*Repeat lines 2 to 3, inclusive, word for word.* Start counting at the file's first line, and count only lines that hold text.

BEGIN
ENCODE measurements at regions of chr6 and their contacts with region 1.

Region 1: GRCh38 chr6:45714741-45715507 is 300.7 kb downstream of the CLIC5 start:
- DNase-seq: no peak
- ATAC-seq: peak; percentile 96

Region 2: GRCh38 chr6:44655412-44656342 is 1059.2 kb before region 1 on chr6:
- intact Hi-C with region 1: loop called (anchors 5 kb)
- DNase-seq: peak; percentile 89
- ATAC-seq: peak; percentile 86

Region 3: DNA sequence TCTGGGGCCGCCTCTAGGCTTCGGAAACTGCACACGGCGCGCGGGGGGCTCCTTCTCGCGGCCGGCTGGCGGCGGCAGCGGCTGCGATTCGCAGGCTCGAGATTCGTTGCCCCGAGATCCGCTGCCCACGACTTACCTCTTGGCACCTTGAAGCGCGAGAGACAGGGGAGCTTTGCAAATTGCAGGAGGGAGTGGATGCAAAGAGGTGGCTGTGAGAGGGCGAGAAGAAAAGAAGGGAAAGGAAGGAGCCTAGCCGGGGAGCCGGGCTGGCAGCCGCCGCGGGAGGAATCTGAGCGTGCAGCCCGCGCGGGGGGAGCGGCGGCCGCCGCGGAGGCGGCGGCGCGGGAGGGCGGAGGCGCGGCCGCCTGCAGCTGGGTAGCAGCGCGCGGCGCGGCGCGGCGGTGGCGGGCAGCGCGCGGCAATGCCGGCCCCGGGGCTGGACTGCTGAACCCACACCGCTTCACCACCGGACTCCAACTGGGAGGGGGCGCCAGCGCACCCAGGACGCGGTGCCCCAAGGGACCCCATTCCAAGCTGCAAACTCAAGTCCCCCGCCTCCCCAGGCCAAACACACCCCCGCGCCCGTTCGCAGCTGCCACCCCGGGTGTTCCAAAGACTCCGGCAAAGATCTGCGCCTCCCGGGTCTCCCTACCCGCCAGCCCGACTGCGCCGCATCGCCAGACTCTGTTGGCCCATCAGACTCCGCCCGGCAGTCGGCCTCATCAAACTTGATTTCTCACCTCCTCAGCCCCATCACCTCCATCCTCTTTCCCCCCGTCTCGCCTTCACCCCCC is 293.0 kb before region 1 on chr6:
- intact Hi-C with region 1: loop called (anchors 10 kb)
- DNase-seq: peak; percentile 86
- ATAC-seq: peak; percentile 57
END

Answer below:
Region 1: GRCh38 chr6:45714741-45715507 is 300.7 kb downstream of the CLIC5 start:
- DNase-seq: no peak